“It was the intelligence coup of the century,” the newspaper quoted a CIA report as saying. “Foreign governments were paying good money to the US and West Germany for the privilege of having their most secret communications read by at least two (and possibly as many as five or six) foreign countries.”
For decades, since World War II and well into the 21st century, Crypto was selling sophisticated equipment for coded correspondence to state clients all over the world, among them Iran, India and Pakistan, countries of Latin America and the Vatican, the report said.
According to the publication, from 1970 the CIA and the National Security Agency together with their German partners controlled nearly every aspect of the company’s operations, including “hiring decisions, designing its technology, sabotaging its algorithms and directing its sales targets.”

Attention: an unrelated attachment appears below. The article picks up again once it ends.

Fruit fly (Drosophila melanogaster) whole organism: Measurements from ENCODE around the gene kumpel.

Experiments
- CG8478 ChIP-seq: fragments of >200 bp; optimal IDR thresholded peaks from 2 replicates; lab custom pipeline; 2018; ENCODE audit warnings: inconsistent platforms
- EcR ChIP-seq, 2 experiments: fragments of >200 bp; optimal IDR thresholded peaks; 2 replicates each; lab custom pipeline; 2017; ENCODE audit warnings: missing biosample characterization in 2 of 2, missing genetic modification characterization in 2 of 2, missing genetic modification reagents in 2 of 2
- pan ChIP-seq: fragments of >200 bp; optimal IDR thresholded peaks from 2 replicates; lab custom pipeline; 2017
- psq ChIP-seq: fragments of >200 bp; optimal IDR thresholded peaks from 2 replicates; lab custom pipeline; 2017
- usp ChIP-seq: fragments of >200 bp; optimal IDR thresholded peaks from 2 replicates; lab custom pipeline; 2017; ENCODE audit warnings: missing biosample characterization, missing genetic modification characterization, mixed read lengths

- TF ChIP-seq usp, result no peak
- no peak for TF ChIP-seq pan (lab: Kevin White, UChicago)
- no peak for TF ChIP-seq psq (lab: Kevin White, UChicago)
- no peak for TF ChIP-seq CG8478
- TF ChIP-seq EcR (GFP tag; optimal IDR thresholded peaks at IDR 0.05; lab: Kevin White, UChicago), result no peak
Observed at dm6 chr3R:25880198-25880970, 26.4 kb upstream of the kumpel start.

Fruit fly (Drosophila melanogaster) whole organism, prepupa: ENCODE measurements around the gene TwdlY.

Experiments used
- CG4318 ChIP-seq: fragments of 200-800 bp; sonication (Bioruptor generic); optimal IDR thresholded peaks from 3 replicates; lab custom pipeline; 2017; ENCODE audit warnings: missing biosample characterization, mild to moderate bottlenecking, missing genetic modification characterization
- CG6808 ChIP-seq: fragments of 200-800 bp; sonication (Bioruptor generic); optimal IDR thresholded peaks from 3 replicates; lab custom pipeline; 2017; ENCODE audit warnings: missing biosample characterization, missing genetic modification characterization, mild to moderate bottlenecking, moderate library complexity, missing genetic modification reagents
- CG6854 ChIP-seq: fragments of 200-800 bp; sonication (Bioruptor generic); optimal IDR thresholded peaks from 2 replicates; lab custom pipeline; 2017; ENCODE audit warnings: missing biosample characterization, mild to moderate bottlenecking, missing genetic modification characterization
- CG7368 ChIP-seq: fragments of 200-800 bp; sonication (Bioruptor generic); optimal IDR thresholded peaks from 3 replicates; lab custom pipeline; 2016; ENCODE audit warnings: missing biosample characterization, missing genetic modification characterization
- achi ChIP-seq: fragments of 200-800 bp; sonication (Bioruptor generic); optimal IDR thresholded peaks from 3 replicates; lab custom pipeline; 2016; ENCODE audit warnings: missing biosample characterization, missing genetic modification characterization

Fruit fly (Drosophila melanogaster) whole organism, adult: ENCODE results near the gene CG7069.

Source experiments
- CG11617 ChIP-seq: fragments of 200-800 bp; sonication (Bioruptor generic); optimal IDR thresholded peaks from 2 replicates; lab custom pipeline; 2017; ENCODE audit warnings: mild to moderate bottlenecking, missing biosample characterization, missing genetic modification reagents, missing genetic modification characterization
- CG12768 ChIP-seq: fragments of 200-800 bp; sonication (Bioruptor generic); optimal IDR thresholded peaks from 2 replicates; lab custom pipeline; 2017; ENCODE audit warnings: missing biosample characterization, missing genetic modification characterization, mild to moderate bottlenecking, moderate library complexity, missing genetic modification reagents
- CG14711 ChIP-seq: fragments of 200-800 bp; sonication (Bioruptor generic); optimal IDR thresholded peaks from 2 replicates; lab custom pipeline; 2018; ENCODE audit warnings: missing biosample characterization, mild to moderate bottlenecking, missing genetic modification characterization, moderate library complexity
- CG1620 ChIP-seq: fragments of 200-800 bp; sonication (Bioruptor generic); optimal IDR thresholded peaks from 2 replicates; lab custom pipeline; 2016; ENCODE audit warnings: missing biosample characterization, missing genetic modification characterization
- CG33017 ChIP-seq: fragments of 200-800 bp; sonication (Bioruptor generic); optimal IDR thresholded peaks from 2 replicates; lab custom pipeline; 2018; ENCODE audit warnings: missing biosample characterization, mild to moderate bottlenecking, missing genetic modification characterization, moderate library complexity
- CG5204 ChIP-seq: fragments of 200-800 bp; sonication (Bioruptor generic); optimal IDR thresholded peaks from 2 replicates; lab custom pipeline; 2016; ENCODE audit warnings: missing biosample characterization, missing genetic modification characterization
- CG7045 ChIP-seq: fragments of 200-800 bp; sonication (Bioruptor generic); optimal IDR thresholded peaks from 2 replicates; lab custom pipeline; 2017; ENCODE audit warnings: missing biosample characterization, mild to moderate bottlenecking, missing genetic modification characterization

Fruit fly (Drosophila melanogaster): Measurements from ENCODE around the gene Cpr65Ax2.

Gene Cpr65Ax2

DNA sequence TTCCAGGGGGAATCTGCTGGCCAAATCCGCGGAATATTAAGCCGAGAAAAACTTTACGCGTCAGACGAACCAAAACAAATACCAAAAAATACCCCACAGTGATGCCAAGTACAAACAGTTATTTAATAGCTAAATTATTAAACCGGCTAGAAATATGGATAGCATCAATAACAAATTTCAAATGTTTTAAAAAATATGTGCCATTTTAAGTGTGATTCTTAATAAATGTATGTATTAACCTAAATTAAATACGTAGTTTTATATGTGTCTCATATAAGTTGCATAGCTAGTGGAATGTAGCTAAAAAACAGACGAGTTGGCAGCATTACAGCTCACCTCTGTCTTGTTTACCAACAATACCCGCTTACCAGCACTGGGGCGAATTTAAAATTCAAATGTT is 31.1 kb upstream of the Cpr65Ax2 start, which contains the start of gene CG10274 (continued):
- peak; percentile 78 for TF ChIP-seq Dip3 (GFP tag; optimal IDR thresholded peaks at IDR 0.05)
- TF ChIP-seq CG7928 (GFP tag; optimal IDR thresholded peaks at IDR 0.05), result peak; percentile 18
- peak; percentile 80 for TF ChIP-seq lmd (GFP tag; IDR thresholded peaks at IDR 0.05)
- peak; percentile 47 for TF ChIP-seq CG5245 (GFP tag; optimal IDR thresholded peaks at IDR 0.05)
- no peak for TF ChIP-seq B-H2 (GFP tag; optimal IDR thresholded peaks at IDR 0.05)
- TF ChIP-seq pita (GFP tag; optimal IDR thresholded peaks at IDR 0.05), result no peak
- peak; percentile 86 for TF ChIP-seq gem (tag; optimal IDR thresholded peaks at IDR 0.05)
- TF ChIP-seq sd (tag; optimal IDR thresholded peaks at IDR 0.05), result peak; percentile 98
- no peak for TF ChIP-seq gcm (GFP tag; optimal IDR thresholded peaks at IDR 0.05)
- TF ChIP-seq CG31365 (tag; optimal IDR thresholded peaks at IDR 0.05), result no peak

“Then, the US and West German spies sat back and listened,” the Washington Post wrote. “They monitored Iran’s mullahs during the 1979 hostage crisis, fed intelligence about Argentina’s military to Britain during the Falklands War, tracked the assassination campaigns of South American dictators and caught Libyan officials congratulating themselves on the 1986 bombing of a Berlin disco.”
The German spy agency, the BND, left the operation in the early 1990s, selling its stake to the CIA, which followed suit only in 2018, according to the publication. The same year the company was dismembered, but its products are still in use in more than a dozen countries, the Washington Post wrote.